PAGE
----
You think about these big swings you’re going to take in the business, and you usually want a different mindset for that because the value creators are focused on enhancements and growth is very data-driven. The new initiative team is usually a big swing team that thinks outside of the box. You don’t know that everything is going to be perfect, but you have an intuition and some backing data that this is what we’re going to try. It’s a bigger experiment in some ways, and it needs a different kind of mindset.
What I say is usually, it’s the team that brings the process together, not the process that brings the team together. The first thing is, how do you make sure that the team comes together? Coming into a new role, you have to understand where the team stands today — the team and the dynamics. At the same time, when there’s a lack of process, you have to start with your OKRs or the key metrics, and then identify what we’re going to get behind. The team begins aligning behind the metrics and that starts to create accountability.
You go from a process of execution to an accountability matrix where you start thinking about who’s driving which OKR. The next thing that I like to do is take these OKRs and break them down to start creating and working with teams externally. Each of the product people are going to collaborate with external team members to create squads, and then those squads become accountable for the OKR momentum.
For projects that are on a scale where you need executive approval, for example, you have to be able to focus. I follow a process internally and I call it the Super Six. We have a meeting on the calendar every week, and its title is Software and Subscriptions Super Six. We have so many things going on and each product manager has a roadmap with 10–20 things on it, let’s say.
I divide the team from a process standpoint into the squads where they can focus on those. Then, with some of my counterparts on the leadership side, we look at only the top six, aka the “Super Six.” Because if you’re going beyond that, then you’re going to be too much in the weeds. You start taking away the authority you originally gave to your teams.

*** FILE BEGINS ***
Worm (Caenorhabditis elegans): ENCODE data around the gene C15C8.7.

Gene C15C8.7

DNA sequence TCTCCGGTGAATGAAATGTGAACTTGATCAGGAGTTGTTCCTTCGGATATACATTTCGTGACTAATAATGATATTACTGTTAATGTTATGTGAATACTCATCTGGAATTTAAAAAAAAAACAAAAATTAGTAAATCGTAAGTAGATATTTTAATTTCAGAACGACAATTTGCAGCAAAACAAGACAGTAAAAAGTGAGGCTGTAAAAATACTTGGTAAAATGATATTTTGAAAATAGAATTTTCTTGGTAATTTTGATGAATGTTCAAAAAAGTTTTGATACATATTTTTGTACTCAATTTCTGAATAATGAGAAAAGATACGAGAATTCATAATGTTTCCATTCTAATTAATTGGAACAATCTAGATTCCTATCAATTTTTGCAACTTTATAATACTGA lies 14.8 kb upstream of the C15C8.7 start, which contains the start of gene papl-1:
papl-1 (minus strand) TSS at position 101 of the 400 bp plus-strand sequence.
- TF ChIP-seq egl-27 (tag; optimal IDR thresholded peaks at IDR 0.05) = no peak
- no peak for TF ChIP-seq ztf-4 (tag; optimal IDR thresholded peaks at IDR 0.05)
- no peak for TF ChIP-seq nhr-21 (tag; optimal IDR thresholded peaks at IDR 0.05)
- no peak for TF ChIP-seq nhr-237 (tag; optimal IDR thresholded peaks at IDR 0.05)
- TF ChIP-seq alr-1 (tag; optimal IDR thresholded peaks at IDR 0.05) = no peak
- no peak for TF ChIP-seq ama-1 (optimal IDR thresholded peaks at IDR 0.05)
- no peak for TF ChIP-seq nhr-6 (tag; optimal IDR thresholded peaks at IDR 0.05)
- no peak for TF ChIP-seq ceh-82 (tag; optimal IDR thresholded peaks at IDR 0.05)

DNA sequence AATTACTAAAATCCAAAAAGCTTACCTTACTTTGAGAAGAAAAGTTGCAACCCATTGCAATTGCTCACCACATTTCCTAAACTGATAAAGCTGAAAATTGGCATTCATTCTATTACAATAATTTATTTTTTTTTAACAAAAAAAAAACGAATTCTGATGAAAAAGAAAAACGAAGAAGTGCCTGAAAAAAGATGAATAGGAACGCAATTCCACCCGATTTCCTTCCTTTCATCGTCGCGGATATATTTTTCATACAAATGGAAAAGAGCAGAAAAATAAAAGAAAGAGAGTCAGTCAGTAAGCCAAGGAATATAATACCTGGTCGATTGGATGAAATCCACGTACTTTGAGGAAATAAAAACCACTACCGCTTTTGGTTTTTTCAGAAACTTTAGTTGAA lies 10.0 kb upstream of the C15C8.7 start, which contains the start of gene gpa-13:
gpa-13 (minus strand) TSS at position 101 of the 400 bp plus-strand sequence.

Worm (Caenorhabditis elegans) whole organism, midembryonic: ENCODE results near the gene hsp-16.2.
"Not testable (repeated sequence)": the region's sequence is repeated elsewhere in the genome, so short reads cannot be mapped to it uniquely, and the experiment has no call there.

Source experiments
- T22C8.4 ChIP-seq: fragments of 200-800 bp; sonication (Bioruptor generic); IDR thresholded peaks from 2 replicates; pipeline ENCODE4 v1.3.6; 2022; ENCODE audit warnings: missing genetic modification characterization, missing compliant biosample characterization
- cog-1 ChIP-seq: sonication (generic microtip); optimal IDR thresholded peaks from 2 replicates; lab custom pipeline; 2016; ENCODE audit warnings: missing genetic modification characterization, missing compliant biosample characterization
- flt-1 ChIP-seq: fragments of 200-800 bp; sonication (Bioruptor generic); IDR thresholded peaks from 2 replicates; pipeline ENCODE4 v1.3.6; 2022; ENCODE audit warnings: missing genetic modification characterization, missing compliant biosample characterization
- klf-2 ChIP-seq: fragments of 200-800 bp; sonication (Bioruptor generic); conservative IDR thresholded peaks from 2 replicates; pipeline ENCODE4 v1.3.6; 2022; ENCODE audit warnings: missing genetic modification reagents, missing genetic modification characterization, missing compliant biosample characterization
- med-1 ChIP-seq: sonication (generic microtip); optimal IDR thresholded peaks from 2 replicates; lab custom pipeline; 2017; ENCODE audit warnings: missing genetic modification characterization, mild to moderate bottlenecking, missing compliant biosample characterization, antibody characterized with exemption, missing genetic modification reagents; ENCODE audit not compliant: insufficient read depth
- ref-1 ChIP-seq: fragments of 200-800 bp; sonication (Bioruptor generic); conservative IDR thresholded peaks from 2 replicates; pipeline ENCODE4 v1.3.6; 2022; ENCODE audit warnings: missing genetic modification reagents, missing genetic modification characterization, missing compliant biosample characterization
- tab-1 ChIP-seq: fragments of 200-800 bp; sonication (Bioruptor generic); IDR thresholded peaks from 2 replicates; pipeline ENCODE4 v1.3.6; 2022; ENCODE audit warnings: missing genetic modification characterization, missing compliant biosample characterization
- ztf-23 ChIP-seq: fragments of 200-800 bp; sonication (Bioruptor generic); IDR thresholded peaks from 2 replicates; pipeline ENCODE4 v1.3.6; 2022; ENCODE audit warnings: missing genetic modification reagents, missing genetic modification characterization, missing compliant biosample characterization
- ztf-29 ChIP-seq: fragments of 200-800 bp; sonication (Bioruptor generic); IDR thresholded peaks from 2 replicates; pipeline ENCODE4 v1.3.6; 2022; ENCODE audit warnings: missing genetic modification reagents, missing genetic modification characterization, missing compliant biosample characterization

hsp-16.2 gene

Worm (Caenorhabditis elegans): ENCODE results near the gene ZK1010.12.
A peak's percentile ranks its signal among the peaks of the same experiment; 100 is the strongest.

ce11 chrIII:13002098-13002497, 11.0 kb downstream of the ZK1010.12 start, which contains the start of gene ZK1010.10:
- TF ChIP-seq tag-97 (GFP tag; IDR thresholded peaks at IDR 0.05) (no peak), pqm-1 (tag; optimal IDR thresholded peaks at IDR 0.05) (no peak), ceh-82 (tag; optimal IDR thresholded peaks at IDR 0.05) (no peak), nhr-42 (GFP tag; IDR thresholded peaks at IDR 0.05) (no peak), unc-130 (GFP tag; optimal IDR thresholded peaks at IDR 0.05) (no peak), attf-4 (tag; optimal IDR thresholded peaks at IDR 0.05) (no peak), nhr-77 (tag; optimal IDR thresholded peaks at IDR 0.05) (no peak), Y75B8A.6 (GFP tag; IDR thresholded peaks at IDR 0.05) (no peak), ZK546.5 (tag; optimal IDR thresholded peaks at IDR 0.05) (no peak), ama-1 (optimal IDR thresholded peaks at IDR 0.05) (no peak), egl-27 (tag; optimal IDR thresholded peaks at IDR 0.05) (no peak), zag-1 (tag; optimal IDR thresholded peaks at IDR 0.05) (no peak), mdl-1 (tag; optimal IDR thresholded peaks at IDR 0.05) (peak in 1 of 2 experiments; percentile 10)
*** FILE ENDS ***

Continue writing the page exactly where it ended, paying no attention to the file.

With buy-in, you ultimately have to do your homework. You should know about your business, what the goals are, and your customers, and make sure you fully understand your competitive landscape. How is innovation coming into play here? What is your cost to build and when can you deliver?
You need to first work with each of these teams separately and then you bring them all together to ensure that you can pitch to the stakeholders. It’s not one person’s belief, it’s a team’s belief, and the team has done their homework.
There are two things that are generic in nature: people have no time and no patience, so you have to keep it simple, and you have to be phenomenal when it comes to performance. For instance, think about a camera that somebody is purchasing for a security system in their home. If they’re not home and you send them a notification that someone is at the door after 45 seconds, that’s too late.
There’s a third thing that overarches too, which is that no matter what you do in terms of simplicity and performance, it’s a software world and it’s never bug-free. You’re going to have bugs, you’re going to have issues, so you have to have a phenomenal customer support team and a process — not just by phone, but also chat, community, FAQs, a knowledge base, etc. You need that 360-degree support to catch anything that you were unable to fulfill in that initial customer experience.
I think it’s going to be much more challenging to be a product manager as I look ahead. For good or bad, there has been so much innovation in tech that customers now expect to be surprised and delighted.
For example, if you buy a new EV car nowadays and you’re standing at a light, it turns green and your car makes a quick noise to tell you that it’s time to go. These are small enhancements that are shifting customer expectations altogether.
The thing for product managers to keep in mind is they have to learn faster than ever before. See how AI/ML can improve customer experience without compromising security, they have to constantly think outside the box. Consumers are expecting companies to always innovate. Most of all, because it’s happening so fast, they have to focus on delivery as well. Because if you are thinking about it, someone else is already building it.